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Патент USA US3076089

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Jan.l29, 1963
c. L. McALlsTER
PRoIECToRs FOR ELECTRIC CIRCUITS
Filed March 16, 1959
/0
3,076,079
United States Patet O lee
3,076,079
Patented Jan. 29, 1963
l.
2
3,076,079
Craig L. McAlister, Overland, Mo., assigner to McGraw
engagement, fail to follow proper installation procedures.
It is therefore an object of the present invention to form
the terminals of a fusible relay so those terminals enforce
proper orientation of the fusible relay whenever it is
_ PROTECTORS FGR ELECTRIC CIRCUITS
Edison Company, Elgin, Ill., a corporation of Delaware
Filed Mar. 16, 1959, Ser. No. 799,753
9 Claims. (Cl. 200-118)
being installed.
The fusible relays that control the tiring mechanisms
for the rockets carried -by military aircraft may not be
actuated for long periods of time, but -they must never
theless operate swiftly and surely whenever they are to
This invention relates to improvements in protectors
for electric circuits. More particularly, this invention
relates to improvements in fusible relays which complete 10 be actuated. During those long periods of time, when
those fusible relays are not actuated, those fusible relays
certain circuits when they are in their normal positions
may be subjected to extremely heavy stresses. For exam
and which Icomplete other and diffe-rent circuits when
ple, during those long periods of time, the fusible relays
they are in their actuated positions.
may be exposed to forces that greatly exceed the force
It is therefore an object of the present invention to
provide an improved fusible relay which completes one 15 of gravity, Aand lthey may be exposed to vibrational forces
and to physical shocks. The fusible relay provided -by
circuit when it is in its normal position 'and which com
pletes a -second and different circuit when it is in its
the present invention is made so it is both compact and
actuated position.
rugged, and therefore that fusible relay is always ready
for swift and certain actuation. It is therefore ~an object
of `devices in rapid -succession rather than simultaneously. 20 of the present invention to provide a fusible relay that is
compact and rugged.
For example, it is desirable to energize the firing mech
The fusible relays that control the ñring mechanisms
anisms, for »the rockets carried by »military aircraft, in
for the rockets carried by military aircraft are mounted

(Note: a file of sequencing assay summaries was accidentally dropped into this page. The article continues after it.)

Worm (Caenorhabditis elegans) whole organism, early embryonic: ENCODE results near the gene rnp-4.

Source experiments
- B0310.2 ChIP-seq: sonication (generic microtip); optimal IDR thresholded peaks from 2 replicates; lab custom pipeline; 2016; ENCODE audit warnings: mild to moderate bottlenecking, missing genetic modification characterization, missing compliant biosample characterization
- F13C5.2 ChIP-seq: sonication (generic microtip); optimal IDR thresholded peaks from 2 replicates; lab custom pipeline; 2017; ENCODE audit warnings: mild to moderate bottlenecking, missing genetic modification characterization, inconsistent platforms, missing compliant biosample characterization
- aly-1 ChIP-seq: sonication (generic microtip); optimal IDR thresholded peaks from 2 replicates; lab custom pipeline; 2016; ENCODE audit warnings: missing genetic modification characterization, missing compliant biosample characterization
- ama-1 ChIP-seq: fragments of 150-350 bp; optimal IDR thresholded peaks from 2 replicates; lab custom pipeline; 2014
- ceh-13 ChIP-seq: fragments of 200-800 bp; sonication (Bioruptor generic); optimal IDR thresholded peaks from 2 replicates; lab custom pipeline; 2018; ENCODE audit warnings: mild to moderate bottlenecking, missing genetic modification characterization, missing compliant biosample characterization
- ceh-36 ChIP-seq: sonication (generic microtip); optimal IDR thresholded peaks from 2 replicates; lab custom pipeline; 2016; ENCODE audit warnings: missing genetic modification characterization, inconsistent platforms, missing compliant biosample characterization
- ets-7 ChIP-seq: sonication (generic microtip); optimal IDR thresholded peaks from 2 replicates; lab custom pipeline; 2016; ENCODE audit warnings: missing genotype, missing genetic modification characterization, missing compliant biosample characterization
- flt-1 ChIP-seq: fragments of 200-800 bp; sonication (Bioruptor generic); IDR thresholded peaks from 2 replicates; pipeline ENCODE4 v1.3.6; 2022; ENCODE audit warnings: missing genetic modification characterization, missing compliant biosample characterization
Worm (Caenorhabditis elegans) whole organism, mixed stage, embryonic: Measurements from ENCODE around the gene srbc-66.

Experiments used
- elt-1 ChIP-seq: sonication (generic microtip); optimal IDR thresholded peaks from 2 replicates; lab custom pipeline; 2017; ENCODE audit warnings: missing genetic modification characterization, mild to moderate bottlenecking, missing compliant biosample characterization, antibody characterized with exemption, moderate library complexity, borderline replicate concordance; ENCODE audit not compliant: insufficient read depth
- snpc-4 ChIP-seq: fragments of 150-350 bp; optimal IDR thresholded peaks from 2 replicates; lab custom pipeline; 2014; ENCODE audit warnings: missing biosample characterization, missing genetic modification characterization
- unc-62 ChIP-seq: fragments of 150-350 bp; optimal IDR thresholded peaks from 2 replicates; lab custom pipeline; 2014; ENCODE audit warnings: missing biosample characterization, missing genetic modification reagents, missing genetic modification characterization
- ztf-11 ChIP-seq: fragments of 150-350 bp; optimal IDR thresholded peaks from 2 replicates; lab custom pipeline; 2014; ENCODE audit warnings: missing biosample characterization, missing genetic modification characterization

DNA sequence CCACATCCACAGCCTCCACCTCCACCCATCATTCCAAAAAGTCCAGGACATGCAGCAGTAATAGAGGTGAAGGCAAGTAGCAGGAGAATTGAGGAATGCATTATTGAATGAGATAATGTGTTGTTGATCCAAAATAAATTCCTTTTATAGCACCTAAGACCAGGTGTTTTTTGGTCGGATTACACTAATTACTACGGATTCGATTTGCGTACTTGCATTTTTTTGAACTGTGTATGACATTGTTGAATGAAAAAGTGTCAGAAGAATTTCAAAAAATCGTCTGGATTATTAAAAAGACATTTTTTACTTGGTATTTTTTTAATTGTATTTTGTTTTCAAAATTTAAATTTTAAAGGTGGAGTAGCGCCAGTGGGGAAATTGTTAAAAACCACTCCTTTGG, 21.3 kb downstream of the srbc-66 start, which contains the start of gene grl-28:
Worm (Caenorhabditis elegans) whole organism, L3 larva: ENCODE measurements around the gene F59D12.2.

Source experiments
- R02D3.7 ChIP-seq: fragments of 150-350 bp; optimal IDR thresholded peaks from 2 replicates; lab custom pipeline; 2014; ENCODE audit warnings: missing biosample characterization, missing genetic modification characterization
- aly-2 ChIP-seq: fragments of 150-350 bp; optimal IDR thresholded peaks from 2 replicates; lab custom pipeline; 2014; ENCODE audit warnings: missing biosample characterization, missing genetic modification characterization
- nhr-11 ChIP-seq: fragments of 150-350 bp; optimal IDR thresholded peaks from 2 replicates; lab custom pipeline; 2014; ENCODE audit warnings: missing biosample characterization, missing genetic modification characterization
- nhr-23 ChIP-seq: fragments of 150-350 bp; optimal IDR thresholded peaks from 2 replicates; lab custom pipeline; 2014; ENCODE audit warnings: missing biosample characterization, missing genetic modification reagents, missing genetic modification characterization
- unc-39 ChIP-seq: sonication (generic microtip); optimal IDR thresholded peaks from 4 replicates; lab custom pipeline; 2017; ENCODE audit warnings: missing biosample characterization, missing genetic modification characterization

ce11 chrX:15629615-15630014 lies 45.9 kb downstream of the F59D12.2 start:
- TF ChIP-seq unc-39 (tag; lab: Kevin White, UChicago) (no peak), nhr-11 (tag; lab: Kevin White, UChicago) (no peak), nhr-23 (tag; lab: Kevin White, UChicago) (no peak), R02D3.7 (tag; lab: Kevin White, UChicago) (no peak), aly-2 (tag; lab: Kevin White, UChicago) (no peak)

rapid succession rather than simultaneously. Those ñr
ing mechanisms should not >be energized simultaneously
in the wings of such aircraft. As a result, those fusible
because the rockets are mounted so closely Iadjacent one 25 relays can be exposed to temperatures that range from
as high »as one hundred and thirty `degrees Fahrenheit to
another that the fins on some of the rockets could strike
as low 'as seventy degrees below zero Fahrenheit; and
the fins on other of the rockets, and thereby divert those
those fusible relays must operate swiftly and certainly at
other rockets from the target, if all the rockets were fired
any temperature within that entire range. The present
at the same time. While the rockets should not be fired
simultaneously, they should be fired in extremely rapid 30 invention makes it possible for the fusible relay to oper
ate swiftly and certainly at any temperature within that
succession because -the overall time the aircraft is “on
entire range by providing a fusible element that has ya
target” is extremely sho-rt. The present invention makes
In certain situations it is desirable to energize a number
it possible to provide rapid, successive tiring of the rockets
carried by military aircraft; and it does so by providing
high fusing temperature. Such a fusible element is
largely unaffected by ambient temperature conditions.
a chain of fusible relays wherein each fusible relay re 35 It is therefore an object of the present invention to pro
vide a fusible relay Iwhich has a fusible element with a
sponds to actuation to energize a rocket-firing :mechanism
high fusing temperature.
and to actuate the next-succeeding `fusible relay. Each
The fusible element of the fusible relay provided by
fusible relay requires a very short, but finite, time inter
»the present invention is encl-osed within a large diameter
val to become actuated; and «the resultant time intervals
keep the rli-rings of the rockets from being simultaneous. 40 yopening in a non-conductive support, and that fusible
element is thus protected against injury during the assem
It is therefore an object of the present invention to pro
bly of the fusible relay with its housing. Also, that
vide fusible relays that lassure rapid, successive tiring,
fusible element is buffered from the ambient temperatures
rather than simultaneous tiring, »of rockets carried by
by the overall housing for that fusible relay, by the non
military aircraft.
The fusible relay provided by the present invention
can become actuated within «an extremely short period of
time. Specifically, one embodiment of the fusible relay
provided by the present invention can be made to open
conductive support within that housing, and by the air